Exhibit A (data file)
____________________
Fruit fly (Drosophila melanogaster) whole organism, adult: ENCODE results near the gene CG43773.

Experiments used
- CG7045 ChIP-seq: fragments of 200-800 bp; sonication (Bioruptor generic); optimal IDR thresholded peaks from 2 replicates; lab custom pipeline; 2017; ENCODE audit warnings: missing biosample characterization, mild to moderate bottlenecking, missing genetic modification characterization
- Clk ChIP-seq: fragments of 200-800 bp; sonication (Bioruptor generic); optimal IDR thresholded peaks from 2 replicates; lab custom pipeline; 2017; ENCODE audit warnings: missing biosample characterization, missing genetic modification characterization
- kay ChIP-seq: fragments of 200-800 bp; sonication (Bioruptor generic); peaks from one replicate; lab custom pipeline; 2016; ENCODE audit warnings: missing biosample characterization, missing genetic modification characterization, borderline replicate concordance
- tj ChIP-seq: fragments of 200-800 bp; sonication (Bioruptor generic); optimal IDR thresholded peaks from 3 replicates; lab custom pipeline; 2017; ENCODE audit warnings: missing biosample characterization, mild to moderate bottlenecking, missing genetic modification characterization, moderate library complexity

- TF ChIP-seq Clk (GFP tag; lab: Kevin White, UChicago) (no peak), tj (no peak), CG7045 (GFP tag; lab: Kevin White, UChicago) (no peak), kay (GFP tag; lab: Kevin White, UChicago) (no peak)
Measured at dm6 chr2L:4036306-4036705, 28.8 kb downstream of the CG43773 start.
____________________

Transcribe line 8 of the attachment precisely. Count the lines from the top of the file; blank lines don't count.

Measured at dm6 chr2L:4036306-4036705, 28.8 kb downstream of the CG43773 start.